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I envy Czechs Hável

Published on January 14, 2012 by: in: Politics

In remote times when Solidarity was starting the conflict between Lech Wałęsa and the government led by Tadeusz Mazowiecki, at first growing undetected, and later being quite open and abounding in spectacular fights, Vaclav Hável was holding the office in the neighbouring Czech Republic in Hradčany.

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Hável to Wawel

When Hável, who was granted almost dictatorial power (communists were on the defensive and the new parliament was chosen only in the middle of  1990), was creating a new order in Czechoslovakia and toning down conflicts and tension, in Poland the first symptoms of the disintegration of Solidarity were revealed. Poland lacked an authority who could calm the conflict and look for compromises – president Jaruzelski was an insurance policy for the Soviet Union and not an authority for anyone. The most important people of the Civic Parliamentary Caucus were slowly losing themselves in the irreversibly polarizing conflict which was also forcing them to choose either the entourage of Tadeusz Mazowiecki or the one of Lech Wałęsa being brought to power by the Kaczyński brothers.
It was at that time when the catchphrase “Hável to Wawel” appeared – Wawel was not associated with a necropolis but with the capital city status. I tried to find in the net who came up with this phrase but unsuccessfully. It seems to me that it emerged from the Confederation of Independent Poland and Leszek Moczulski as an idea for a Central-European federation, a form of personal union combining the Poles with Czechs and Slovaks. The idea seemed crazy to some extent – the surrounding countries were rather about to get divided, the systems were changing, the old constitutions did not match reality, the reality did not develop any new constitutions… The catchphrase found its followers but was absolutely unnoticed by those we would call the political mainstream today. Still it lived on for a few months – from my point of view being the first serious warning for the developing political elite (later rebuked with Tymiński, Lepper etc.) In comparison with Wałęsa and the Chief of the Presidential Chancellery Jarosław Kaczyński, dinner at Drawsko, wars for authority, prestige – Hável fighting like a tiger for the unity of the Czechs and Slovaks, handing in his resignation when he suffered defeat in this fight, Havel – a witty intellectualist following rules at the same time – it was like a dream of a leader we do not have.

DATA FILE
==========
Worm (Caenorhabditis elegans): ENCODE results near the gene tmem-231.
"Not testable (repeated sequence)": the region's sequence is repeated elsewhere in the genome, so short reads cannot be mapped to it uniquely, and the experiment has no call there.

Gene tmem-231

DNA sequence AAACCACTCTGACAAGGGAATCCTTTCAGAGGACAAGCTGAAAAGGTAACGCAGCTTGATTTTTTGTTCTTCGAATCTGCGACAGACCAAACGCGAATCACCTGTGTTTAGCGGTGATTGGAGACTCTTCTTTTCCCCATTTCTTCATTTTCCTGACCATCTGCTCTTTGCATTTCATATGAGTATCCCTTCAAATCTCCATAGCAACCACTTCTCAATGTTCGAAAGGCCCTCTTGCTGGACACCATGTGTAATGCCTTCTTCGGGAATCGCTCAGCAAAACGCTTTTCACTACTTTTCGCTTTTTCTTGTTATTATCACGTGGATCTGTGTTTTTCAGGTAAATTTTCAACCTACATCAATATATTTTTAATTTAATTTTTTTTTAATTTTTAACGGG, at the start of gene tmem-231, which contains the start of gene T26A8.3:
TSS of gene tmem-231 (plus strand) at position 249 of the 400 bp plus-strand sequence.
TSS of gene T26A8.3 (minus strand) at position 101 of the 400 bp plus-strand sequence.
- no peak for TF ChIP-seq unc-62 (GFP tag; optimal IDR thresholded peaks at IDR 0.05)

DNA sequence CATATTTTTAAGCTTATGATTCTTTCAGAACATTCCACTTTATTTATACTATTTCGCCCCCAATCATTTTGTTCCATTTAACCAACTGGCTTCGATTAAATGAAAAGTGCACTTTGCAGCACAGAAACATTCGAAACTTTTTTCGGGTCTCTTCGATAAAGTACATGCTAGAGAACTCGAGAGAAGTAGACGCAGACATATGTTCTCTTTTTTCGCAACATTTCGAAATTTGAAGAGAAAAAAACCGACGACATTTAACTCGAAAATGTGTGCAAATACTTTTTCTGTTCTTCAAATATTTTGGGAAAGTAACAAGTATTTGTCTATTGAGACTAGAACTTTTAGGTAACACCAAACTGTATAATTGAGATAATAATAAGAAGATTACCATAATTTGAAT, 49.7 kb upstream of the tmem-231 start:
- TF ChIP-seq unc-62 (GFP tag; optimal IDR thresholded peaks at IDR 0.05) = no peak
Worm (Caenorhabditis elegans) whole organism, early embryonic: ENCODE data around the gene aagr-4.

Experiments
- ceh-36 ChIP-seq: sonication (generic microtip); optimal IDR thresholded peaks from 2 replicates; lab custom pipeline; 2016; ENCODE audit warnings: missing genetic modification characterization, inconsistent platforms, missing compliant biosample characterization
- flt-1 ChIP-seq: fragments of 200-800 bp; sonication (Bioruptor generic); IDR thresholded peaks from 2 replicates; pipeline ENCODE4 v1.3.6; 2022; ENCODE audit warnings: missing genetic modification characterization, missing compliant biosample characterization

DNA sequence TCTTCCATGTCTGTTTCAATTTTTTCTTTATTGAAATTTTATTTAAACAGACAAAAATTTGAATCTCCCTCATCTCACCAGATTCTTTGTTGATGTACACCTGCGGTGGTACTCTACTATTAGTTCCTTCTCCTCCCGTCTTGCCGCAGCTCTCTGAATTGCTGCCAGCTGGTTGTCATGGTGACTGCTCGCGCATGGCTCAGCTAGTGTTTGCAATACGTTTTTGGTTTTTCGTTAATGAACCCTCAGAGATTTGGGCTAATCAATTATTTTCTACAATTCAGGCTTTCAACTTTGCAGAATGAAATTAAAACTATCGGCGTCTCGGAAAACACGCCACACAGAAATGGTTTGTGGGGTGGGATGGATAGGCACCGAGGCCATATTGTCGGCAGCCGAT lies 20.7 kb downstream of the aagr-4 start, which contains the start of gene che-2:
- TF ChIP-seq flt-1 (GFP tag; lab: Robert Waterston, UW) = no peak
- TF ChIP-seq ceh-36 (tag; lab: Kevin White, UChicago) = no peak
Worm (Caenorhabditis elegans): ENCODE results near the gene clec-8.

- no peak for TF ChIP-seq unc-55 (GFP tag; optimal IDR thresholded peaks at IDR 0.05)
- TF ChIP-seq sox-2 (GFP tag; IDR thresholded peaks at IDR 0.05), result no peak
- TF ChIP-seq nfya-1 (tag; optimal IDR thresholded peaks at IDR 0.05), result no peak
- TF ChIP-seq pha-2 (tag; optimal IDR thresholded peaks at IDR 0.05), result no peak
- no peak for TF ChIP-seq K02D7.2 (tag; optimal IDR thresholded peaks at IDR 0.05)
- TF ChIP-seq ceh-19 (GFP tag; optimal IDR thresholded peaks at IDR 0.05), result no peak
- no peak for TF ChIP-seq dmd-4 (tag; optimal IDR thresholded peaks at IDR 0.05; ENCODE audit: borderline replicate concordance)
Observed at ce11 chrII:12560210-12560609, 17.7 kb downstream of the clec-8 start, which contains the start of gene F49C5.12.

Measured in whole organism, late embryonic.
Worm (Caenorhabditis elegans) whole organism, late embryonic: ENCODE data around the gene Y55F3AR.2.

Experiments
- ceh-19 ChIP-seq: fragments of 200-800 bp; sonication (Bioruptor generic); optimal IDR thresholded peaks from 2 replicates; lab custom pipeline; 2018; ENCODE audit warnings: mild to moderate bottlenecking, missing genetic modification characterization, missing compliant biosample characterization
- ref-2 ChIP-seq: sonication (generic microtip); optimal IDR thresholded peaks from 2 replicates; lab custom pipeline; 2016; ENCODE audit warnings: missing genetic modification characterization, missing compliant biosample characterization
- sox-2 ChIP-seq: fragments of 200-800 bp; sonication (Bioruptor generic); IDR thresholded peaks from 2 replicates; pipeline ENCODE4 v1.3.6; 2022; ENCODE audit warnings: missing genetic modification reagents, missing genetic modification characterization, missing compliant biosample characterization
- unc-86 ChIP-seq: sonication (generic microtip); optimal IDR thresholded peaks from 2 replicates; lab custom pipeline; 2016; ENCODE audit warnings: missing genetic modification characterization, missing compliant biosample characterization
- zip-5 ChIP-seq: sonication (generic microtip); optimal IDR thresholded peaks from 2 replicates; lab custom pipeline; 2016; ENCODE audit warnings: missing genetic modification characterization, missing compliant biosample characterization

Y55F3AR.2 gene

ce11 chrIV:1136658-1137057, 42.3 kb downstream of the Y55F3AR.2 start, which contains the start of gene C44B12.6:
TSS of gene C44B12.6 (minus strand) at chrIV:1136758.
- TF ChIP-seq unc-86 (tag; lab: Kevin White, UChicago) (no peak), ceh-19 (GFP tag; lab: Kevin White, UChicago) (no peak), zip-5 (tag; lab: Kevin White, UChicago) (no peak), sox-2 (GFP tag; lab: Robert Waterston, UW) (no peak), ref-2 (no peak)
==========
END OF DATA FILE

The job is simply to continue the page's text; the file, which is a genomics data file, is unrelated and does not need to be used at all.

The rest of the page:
True statesman and cool guy

Why was Hável supposed to be at Wawel? Because we were impressed with his naturalness, unforced ease of manner and modesty. He was a rare combination of a true statesman and a cool guy – who has something interesting to say and who everyone would like to drink Pilzner with. Talking and fighting for important things, he was far from pomposity, self-importance and screaming at others, all of which we experienced at that time because of warriors of the Centre Agreement, the Christian National Union and other. Since Hável treated freedom seriously and considered himself its guardian – being the president of Czech Republic, and having an incomparably lesser constitutional authority than his Polish counterparts, he could influence the reality of his country in an incomparably greater manner.
Hável did not end up at Wawel. He was the president of Czechoslovakia, later he was holding the office for two terms in Czech Republic – he became part of the history of our southern neighbour as its leading figure. Of course, the Velvet Revolution does not mean living in clover – he was accused of acting in Germans’ interest, of reaching an agreement with communists and carrying out the revolution in order to reprivatize his family estate – things we are already familiar with. He was a figure of  an outstanding stature – an intellectual who had always been faithful to his beliefs and values in politics. Poland lacked such president very much. We can only envy Czechs that they had one.

Translation: Marta Jagustyn-Pustelak

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About Marcin Celinski

Enterpreneur, manager. He was the first leader of the Liberal Forum.

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